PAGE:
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Too Busy to Worry about Democracy

by Niall Fergusonvia Hoover Digest
Monday, January 30, 2006

The Chinese are too busy getting rich to worry about democracy. But when China suffers a recession, watch out. By Niall Ferguson.

Economic Policy

Waves of Criticism: Debates over Bank Sales to Foreigners and Neo-Liberal Economic Policy

by Barry Naughtonvia China Leadership Monitor
Monday, January 30, 2006

Financial reform policies have moved ahead rapidly in the last year. At the same time, a mood of disillusionment within Chinese society has been seized upon by critics of reform. General criticisms of "neo-liberal" policies worldwide have fed into specific criticisms of the practice of selling shares in state-owned banks to foreign financial institutions. Vigorous debate has been joined, but thus far, the debate has had limited impact on economic policymaking, which is still dominated by technocrats. However, the official sponsorship of such "leftist" critiques has contributed to increased tension in Chinese leadership politics generally.

Political Reform

Promotion of Qiu He Raises Questions about Direction of Reform

by Joseph Fewsmithvia China Leadership Monitor
Sunday, January 1, 2006

For the last two years, the Chinese media have widely discussed the "Qiu He phenomenon," attempting to understand the significance of a local county party secretary's using autocratic methods to jump-start the economy of Jiangsu's poorest county. The party secretary, Qiu He, has been both praised and criticized. But now he has also been promoted to vice governor of the wealthy province of Jiangsu, and at 50 years of age he could rise farther in China's political system. Promotions to vice governor rarely raise eyebrows, but the significance of Qiu's promotion has been widely discussed. Known as an "official with personality," Qiu stands out among the ranks of China's generally staid bureaucracy, and his rise prompts speculation about what types of officials might be promoted under Hu Jintao and what this means for the building of institutions in China.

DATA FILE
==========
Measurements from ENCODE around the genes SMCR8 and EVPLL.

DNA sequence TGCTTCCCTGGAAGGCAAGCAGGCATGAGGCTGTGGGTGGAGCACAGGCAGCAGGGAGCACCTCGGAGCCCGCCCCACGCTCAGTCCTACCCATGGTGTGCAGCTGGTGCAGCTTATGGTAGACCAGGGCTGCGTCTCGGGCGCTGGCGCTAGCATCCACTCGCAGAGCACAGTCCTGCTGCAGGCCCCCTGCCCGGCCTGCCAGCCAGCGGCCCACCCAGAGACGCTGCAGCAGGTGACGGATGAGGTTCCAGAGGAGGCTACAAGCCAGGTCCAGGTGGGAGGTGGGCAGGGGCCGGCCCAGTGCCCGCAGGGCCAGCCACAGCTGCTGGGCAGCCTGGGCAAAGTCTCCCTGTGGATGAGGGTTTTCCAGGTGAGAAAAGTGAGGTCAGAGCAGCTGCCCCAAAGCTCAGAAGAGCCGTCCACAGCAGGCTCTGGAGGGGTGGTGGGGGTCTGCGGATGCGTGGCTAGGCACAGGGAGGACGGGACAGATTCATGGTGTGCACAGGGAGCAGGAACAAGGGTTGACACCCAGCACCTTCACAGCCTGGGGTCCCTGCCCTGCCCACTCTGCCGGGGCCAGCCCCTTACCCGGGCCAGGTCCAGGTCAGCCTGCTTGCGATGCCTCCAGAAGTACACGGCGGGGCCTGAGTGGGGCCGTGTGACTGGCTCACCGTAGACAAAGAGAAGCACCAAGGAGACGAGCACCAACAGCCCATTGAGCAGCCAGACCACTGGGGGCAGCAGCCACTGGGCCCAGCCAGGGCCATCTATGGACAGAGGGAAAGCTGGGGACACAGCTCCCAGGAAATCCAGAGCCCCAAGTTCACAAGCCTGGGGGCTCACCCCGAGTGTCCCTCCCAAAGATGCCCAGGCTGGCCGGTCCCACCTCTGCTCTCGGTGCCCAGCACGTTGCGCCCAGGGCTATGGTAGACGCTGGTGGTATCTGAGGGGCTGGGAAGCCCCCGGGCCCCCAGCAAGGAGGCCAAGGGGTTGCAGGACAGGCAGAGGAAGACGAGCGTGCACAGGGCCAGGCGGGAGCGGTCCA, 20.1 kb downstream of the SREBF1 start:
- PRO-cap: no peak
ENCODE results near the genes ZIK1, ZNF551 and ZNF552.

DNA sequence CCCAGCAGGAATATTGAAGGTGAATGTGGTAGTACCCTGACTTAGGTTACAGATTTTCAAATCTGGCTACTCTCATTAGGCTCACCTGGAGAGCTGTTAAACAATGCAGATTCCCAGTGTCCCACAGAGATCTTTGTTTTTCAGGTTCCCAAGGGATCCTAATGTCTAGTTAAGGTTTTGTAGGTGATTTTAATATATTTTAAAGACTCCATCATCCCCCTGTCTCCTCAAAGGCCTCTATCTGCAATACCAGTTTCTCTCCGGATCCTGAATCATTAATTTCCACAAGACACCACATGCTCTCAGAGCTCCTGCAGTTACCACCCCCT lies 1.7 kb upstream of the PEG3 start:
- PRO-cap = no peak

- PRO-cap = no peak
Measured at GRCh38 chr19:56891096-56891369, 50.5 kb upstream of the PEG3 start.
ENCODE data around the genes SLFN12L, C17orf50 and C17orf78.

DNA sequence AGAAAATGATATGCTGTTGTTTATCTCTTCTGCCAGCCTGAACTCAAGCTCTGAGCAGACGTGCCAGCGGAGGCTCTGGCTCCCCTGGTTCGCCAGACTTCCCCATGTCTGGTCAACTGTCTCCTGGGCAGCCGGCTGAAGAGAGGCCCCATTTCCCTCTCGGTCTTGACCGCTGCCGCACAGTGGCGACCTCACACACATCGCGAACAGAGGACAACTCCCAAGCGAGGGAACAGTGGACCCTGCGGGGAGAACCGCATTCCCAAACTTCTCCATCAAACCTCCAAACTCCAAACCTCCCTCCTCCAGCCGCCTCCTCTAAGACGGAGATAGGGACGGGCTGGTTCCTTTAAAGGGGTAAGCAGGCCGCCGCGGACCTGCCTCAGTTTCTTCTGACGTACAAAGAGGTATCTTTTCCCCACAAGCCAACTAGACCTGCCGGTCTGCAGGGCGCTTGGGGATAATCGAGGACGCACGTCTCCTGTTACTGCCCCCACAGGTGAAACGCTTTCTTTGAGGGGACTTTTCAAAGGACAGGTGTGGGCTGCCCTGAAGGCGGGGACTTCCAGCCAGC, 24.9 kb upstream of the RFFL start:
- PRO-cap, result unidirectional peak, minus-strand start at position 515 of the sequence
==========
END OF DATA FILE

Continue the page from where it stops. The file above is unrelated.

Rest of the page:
China’s Quest for Asia

by John J. Tkacik Jr., Dana Dillonvia Policy Review
Thursday, December 1, 2005

Beijing fills a vacuum

Foreign Policy

Will China Become a "Responsible Stakeholder"?—The Six Party Talks, Taiwan Arms Sales, and Sino-Japanese Relations

by Thomas Christensenvia China Leadership Monitor
Sunday, October 30, 2005

In recent months, China's security policy has enjoyed significant successes. Relations with the United States have improved, particularly on issues related to North Korea. The mainland's generally relaxed approach toward Taiwan apparently has also paid dividends for Beijing by helping to solidify domestic resistance in Taipei to the purchase of weapons systems on offer from the United States since April 2001. Beijing, however, still has dangerously tense relations with Japan over disputed maritime claims that have implications for energy resource exploitation and control of sea lines of communication. These disputes, especially in the context of tensions over Japan's treatment of its wartime history, threaten to destabilize great power relations in the region and undercut China's efforts to promote itself as a power whose rise will only bring peace to East Asia.